14. 14. Soil Productivity and Precipitation As we have emphasized several times, the soil productivity and precipitation of Uganda is almost too good to be true. Lake Victoria provides an incredible source of fresh water, in addition to well many smaller lakes and rivers throughout the country. A majority of Uganda’s land also receives more than 1,000mm up to 2,100mm of rainfall. This abundance of rainfall makes much of Uganda a tropical climate. The maps below portray the soil productivity and precipitation of Uganda. According to a interview with the native Ugandan, Mr. Jinga, “they can grow almost anything anywhere. It is a blessed land.” Soil Productivity of Uganda ! Source: UNEP/GRID-Arendal and Hugo Ahlenius, Nordpil. ! ! ! ! ! ! ! ! ! Page of14 66
  15. 15. Precipitation of Uganda ! Source: UNEP/GRID-Arendal and Hugo Ahlenius, Nordpil. ! Page of15 66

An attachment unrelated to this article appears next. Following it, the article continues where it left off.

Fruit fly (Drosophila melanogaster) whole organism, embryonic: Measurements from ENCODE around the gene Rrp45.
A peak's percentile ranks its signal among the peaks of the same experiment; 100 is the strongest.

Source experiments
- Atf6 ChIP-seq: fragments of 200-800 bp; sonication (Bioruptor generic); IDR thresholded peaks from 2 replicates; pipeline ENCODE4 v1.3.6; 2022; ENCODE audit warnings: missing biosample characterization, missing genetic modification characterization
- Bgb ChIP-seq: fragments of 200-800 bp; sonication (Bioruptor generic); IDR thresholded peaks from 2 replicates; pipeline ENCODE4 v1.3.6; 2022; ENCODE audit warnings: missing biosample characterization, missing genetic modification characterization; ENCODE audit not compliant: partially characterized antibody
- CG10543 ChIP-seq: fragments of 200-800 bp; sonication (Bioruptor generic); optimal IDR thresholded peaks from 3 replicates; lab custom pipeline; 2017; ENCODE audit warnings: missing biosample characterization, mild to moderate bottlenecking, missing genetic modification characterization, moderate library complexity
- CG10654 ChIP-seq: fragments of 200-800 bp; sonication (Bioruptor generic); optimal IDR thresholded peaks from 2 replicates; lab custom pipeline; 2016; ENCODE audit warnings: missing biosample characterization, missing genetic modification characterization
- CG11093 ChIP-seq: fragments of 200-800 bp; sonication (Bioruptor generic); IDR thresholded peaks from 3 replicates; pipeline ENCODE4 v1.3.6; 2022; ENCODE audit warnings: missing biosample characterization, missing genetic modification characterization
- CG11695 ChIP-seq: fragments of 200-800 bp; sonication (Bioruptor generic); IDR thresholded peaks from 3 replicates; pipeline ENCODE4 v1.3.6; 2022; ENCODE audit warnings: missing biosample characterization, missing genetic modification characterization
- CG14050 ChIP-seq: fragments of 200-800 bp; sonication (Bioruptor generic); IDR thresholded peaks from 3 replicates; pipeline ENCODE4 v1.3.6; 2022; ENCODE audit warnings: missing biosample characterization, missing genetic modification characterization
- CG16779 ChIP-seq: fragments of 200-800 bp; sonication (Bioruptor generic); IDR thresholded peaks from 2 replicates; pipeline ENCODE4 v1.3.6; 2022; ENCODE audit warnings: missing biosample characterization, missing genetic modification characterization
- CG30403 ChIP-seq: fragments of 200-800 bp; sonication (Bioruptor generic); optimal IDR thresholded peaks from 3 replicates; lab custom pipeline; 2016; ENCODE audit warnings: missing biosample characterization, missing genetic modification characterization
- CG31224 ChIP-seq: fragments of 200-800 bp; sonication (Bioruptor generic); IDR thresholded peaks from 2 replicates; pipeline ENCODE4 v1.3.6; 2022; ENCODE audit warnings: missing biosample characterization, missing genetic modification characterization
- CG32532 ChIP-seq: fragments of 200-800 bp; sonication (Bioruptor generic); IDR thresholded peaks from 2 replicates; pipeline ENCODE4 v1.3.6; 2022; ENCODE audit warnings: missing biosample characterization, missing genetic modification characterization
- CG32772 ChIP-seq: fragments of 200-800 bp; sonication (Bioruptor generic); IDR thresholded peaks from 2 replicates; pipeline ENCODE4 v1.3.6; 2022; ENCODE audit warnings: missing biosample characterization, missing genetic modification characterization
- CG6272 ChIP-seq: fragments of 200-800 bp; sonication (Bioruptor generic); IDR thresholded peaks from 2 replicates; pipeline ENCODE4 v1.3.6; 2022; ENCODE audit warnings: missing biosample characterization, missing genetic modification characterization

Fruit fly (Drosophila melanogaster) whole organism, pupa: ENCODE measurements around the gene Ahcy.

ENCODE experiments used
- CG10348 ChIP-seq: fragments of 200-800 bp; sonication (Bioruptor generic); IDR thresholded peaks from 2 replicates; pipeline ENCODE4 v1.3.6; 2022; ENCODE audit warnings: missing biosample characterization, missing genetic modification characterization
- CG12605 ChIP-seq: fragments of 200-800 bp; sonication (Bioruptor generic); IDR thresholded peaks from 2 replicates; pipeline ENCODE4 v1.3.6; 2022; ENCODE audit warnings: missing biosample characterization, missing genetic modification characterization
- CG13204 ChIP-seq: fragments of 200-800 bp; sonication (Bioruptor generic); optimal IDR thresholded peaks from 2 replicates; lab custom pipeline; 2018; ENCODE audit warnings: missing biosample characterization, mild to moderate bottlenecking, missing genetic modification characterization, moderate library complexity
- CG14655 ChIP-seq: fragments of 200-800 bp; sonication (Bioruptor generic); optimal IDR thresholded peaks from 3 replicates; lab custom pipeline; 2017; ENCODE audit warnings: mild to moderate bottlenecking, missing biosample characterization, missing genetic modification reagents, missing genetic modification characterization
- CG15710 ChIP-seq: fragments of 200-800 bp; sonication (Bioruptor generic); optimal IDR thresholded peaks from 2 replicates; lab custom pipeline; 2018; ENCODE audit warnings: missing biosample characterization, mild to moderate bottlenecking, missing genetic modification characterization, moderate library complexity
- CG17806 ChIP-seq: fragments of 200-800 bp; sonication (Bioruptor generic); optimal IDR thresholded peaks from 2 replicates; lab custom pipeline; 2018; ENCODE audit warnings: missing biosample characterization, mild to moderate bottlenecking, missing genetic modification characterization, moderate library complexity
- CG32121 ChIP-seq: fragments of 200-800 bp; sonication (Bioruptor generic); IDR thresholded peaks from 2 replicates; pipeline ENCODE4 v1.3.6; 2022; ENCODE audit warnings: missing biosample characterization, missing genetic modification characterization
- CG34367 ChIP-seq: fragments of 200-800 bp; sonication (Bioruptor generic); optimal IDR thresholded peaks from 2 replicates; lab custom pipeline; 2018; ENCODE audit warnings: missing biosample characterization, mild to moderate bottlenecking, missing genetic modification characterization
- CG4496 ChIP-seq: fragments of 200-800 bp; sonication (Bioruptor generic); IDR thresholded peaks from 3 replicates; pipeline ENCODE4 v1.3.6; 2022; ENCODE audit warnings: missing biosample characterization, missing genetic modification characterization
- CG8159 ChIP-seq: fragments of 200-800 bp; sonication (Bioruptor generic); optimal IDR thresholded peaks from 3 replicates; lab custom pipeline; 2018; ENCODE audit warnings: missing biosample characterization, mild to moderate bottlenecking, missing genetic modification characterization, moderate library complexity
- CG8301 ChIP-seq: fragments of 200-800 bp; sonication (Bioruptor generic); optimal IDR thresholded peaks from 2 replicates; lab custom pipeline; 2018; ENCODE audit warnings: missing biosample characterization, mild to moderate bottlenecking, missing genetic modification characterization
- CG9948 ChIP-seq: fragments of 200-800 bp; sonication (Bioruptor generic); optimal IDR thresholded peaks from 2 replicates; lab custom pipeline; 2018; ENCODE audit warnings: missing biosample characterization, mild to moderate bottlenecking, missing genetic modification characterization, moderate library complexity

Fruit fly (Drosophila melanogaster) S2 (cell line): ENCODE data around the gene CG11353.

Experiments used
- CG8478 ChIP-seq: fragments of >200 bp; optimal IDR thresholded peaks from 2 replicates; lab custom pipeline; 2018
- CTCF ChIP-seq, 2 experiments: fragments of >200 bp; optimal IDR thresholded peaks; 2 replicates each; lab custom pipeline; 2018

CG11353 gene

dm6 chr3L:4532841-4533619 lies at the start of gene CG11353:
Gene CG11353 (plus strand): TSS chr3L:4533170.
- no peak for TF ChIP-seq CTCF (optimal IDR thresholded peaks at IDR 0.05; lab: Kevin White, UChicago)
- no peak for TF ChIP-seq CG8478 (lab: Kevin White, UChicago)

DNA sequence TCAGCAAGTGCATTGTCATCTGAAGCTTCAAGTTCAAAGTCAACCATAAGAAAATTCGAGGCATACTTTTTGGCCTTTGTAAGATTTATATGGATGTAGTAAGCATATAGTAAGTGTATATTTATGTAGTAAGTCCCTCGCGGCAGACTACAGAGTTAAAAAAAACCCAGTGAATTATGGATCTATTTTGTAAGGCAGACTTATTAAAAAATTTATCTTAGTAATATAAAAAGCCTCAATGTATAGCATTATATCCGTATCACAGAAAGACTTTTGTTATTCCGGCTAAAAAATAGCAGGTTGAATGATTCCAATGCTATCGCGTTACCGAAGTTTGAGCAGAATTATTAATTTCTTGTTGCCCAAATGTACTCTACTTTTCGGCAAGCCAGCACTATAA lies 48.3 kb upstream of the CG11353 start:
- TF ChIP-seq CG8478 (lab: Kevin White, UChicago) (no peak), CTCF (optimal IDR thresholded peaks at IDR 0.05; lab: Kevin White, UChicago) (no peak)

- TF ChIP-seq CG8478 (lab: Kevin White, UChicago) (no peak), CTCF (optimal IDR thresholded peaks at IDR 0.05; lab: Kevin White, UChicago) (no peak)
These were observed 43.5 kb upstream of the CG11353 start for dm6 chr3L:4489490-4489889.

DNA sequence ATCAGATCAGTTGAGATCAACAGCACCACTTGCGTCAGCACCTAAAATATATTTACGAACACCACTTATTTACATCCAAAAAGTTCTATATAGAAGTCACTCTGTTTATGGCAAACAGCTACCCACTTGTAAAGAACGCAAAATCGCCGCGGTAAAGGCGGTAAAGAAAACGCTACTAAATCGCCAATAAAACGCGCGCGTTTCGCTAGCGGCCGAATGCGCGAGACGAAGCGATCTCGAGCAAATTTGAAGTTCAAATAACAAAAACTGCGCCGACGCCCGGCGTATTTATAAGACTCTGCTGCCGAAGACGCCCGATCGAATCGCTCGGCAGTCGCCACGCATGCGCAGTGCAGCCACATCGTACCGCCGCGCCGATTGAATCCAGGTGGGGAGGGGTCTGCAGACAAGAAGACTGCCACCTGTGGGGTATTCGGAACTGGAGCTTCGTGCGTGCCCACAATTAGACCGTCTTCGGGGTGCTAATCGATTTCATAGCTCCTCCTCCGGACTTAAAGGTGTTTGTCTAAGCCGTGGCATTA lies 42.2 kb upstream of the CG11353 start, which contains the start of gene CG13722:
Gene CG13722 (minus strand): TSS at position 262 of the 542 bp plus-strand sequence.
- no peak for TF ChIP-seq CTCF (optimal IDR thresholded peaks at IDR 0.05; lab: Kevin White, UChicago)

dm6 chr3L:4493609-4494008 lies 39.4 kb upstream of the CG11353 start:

16. 16. Mukono Biomass Production After careful analysis of the initial findings, our group chose to select Uganda’s Mukono district to conduct further research on this specific region as the most competitive location for a biofuels business. There are three primary reasons that we chose Mukono. First, we enjoyed access to a reliable and direct contact from Uganda Christian University in Mukono. Second, this district boasts some of the most productive and fertile farmlands in the entire nation. Lastly, Mukono is strategically located in proximity to Kampala, Uganda’s capital city and largest market. The main highway connects Mukono with Kampala and Jinja, another prosperous market center. Although Uganda’s infrastructure faces serious challenges, Mukono seems to have comparatively goods roads to transport assets and resources. Mukono District Profile Mukono is located in the central region of Uganda, 21 kilometers (about 13 miles) east of Kampala along Kampala-Jinja highway. It takes roughly 30 minutes to reach the center of Kampala from Mukono. It also includes the shore of Lake Victoria and takes about 20 minutes to 1 hour to the center of Mukono depending on which lake area you are departing from. With this excellent location in close proximity to Kampala and to nearby roads, Mukono truly is an ideal place to start a business. Page of16 66